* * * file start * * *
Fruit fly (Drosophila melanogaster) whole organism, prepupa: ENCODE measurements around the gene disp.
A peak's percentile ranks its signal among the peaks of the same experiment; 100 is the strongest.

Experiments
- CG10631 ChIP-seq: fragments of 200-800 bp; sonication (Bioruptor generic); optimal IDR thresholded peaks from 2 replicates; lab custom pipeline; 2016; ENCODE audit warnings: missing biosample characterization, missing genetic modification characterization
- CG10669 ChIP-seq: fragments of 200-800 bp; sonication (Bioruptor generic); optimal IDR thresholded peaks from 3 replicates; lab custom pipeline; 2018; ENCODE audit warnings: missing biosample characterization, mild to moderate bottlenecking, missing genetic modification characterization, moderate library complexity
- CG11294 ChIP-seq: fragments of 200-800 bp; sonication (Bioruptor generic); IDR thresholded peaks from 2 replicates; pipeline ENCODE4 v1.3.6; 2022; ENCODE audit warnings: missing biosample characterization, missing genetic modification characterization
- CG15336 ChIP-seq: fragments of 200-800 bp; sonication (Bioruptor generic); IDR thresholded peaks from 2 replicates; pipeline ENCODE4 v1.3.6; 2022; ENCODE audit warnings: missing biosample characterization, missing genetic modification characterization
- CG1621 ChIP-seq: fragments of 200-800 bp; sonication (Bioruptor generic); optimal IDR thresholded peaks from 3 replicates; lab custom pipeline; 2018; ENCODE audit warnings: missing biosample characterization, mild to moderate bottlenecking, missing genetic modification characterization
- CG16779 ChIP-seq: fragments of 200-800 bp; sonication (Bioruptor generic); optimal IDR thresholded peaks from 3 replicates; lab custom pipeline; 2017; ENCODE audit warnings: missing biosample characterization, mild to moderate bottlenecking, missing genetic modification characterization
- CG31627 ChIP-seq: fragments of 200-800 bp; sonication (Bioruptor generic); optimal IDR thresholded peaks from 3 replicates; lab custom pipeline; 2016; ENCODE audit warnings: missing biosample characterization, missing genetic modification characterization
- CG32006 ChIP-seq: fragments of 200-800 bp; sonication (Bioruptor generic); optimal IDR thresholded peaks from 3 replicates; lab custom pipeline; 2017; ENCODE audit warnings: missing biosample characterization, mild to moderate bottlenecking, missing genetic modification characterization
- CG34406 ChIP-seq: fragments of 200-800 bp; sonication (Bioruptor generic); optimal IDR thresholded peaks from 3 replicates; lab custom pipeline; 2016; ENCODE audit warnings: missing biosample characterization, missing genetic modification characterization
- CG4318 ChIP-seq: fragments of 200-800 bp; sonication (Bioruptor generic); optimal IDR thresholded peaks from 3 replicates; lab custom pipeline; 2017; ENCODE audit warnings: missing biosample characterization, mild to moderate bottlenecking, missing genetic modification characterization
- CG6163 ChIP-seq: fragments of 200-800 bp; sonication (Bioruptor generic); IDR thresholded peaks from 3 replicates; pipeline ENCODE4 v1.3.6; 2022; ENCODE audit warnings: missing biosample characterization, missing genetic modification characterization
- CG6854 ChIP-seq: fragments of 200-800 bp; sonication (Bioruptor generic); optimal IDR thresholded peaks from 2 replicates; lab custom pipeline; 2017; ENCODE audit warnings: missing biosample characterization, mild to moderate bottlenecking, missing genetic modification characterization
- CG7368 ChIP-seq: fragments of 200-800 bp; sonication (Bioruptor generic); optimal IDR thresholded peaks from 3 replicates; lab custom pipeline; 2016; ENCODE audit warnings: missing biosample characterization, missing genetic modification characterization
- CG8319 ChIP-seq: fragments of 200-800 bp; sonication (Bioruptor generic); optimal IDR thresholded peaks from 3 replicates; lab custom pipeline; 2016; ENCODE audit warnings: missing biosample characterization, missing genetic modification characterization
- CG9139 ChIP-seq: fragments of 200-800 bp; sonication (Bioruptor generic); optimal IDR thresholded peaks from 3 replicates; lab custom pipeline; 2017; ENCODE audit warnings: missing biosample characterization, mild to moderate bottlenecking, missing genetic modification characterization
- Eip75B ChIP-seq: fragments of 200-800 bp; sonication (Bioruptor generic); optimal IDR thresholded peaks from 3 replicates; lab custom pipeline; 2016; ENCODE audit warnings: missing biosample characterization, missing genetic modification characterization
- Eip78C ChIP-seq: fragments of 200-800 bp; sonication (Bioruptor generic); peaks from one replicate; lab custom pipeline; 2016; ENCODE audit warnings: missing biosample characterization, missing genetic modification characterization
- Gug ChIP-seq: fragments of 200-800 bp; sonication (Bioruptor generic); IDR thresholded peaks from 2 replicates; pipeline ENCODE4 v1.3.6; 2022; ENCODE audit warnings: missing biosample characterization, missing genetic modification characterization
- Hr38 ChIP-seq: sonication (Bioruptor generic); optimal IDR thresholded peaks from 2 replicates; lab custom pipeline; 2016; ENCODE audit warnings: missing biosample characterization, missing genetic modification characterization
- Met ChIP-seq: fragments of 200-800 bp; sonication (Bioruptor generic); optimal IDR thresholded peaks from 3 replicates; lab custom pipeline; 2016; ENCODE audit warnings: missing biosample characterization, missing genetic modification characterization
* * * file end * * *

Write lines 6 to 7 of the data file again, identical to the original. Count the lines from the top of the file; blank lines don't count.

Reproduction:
- CG11294 ChIP-seq: fragments of 200-800 bp; sonication (Bioruptor generic); IDR thresholded peaks from 2 replicates; pipeline ENCODE4 v1.3.6; 2022; ENCODE audit warnings: missing biosample characterization, missing genetic modification characterization
- CG15336 ChIP-seq: fragments of 200-800 bp; sonication (Bioruptor generic); IDR thresholded peaks from 2 replicates; pipeline ENCODE4 v1.3.6; 2022; ENCODE audit warnings: missing biosample characterization, missing genetic modification characterization